Supreme Court President Esther Hayut warned Tuesday against any move that would impact the independence of the judiciary, saying that without freedom judges cannot fulfill their mission to the public.
Hayut’s remarks came after a far-right party allied with presumptive incoming prime minister Benjamin Netanyahu submitted a bill that would transform the Judicial Selection Committee, tipping the balance between the judiciary and legislature by putting ultimate power over the appointment of judges in the hands of politicians.
Netanyahu led a bloc of right-religious parties to victory in the November 1 elections and is working at forming a new government to replace that of Prime Minister Yair Lapid.
All the parties in Netanyahu’s incoming coalition have also pledged support for a so-called “override clause,” which would enable MKs to re-legislate laws and decisions struck down by the High Court as undemocratic, constraining and potentially preventing the justices from serving as a brake on the political majority of the day.
Though she did not specifically mention the proposals, Hayut stressed at a ceremony for newly appointed senior judges and court officials that “our loyalty as judges is to the entire Israeli public, and to each and every one of the individuals that make it up.”
“But this mission of ours as trustees of the entire public cannot be realized without maintaining the basic principles that are the lifeblood of every judicial authority in a democratic country, and I mean judicial independence and neutrality — both at the personal and institutional level,” she said.
“I am confident that we will continue to stand firm on guarding the rule of law, when the law, and it alone, is before our eyes,” Hayut added.
Under current law, the nine-member Judicial Selection Committee is composed of four politicians, two representatives of the Israel Bar Association and three Supreme Court justices. The new bill remaking the selection panel, part of a series of far-reaching judicial reforms planned by the expected new coalition, would nix the bar appointees in favor of two lawyers recommended by the justice minister and approved by the government.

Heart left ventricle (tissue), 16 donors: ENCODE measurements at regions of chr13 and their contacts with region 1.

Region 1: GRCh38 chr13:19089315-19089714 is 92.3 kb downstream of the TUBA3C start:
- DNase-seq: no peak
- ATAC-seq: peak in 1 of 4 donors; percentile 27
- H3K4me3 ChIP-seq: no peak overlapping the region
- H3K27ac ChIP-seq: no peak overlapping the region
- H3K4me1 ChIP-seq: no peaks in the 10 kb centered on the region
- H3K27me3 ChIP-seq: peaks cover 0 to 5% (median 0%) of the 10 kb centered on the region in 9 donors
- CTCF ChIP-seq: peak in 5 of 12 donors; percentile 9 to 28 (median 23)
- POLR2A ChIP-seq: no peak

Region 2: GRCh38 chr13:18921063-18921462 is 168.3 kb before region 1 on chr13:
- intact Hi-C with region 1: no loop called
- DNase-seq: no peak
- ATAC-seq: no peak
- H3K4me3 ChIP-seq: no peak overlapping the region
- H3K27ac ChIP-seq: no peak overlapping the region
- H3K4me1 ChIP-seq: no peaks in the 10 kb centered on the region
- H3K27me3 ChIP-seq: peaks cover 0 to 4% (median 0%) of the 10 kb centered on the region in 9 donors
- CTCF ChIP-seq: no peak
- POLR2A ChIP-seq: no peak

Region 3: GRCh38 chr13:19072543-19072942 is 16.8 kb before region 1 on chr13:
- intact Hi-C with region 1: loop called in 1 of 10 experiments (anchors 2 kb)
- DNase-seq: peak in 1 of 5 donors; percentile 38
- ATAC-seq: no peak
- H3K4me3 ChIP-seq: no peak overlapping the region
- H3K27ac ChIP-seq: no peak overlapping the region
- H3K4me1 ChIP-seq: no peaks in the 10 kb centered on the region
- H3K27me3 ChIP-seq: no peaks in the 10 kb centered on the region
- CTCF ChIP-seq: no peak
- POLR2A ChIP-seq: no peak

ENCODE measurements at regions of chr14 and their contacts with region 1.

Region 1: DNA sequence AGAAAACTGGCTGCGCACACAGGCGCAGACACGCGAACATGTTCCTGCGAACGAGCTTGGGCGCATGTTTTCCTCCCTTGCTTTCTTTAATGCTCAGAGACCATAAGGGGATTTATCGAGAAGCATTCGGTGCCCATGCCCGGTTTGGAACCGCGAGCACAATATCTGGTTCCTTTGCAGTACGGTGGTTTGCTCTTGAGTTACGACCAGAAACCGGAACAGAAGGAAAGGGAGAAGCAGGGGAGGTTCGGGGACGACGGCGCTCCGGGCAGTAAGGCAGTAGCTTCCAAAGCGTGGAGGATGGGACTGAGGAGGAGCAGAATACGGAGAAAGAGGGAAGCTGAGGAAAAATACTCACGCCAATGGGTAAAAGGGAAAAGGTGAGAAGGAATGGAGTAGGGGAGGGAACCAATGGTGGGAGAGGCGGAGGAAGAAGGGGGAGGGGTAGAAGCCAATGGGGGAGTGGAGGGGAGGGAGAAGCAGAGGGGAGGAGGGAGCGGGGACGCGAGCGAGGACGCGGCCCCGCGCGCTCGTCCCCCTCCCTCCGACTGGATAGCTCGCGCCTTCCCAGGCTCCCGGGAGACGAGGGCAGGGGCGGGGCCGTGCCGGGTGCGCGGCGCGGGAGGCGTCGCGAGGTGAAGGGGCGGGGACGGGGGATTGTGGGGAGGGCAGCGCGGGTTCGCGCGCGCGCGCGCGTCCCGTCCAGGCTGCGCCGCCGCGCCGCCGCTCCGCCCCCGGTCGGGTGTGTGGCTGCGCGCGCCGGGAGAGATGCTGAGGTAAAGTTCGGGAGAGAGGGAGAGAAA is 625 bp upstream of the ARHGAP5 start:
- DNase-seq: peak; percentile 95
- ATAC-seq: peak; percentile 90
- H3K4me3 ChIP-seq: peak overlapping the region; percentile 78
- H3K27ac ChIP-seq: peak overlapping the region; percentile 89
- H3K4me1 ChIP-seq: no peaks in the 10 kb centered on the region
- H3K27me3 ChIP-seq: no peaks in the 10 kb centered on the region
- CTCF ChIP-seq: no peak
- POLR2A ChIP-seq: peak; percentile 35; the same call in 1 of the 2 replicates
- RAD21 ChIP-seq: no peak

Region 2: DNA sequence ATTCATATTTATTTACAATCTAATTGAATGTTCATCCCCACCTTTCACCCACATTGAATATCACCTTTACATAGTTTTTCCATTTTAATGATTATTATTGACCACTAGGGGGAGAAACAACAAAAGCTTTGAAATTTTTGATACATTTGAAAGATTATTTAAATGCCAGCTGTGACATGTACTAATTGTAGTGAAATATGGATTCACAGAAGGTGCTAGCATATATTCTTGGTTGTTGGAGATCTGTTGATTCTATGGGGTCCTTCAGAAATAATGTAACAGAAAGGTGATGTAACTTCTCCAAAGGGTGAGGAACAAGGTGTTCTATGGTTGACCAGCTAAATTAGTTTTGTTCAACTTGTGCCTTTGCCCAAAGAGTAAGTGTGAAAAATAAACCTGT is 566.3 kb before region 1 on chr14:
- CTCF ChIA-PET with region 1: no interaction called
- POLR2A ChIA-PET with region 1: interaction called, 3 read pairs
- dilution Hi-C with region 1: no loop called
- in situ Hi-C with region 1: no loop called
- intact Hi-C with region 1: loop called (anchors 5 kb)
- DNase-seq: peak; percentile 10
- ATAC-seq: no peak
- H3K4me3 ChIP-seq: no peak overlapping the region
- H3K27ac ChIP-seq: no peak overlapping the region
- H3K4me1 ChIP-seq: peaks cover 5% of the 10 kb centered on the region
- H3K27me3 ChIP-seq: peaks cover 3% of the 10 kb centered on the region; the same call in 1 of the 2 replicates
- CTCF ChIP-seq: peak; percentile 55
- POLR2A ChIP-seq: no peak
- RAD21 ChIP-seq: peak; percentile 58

The explanation accompanying the bill, submitted by Otzma Yehudit MK Yitzhak Wasserlauf, states that it is aimed at correcting what it called the “moral distortion” of giving unelected bar association members a say in the appointment of judges.
Likud and its far-right partners Otzma Yehudit and Religious Zionism have heavily criticized the Judicial Selection Committee — which also appoints Supreme Court justices — and have pushed for more radical changes to it.
In lieu of a constitution, judicial appointments are governed by the quasi-constitutional Basic Law: The Judiciary. Critics and legal scholars have warned that moves by right-wing parties to curb the judiciary would deeply harm the system of checks and balances between Israel’s branches of government.
Outgoing Justice Minister Gideon Sa’ar, who also spoke at the ceremony Tuesday, addressed the “override clause,” another significant change planned by the incoming government, which would give lawmakers the power to override the Supreme Court. While acknowledging he has supported a limited reform in the justices’ authority, Sa’ar accused the emerging coalition of advancing a far more radical overhaul to give the government unlimited power.
“A constitutional regime, any constitutional regime — is built on checks and balances. Nowadays, it is a matter of course that it is not true that all power will be concentrated in the hands of one authority, even if it was elected by the majority of the public,” he said.
“What bothers me is that all the proposals … pursue the goal of a government that removes any limitation from it. An executive authority with unlimited and unbalanced power,” Sa’ar added.
Along with the so-called override clause and increasing politicians’ powers in appointing judges, some allies of Netanyahu have also floated legislation that could end his ongoing trial on corruption charges.
In her first public reaction to the emerging reforms, Hayut said last week the courts will “continue to stand strong even in light of the ‘lightning and thunder’ being seen and heard at this time.”
On Monday, the head of the Israeli Bar Association warned against the legal reforms and urged broad public opposition to them.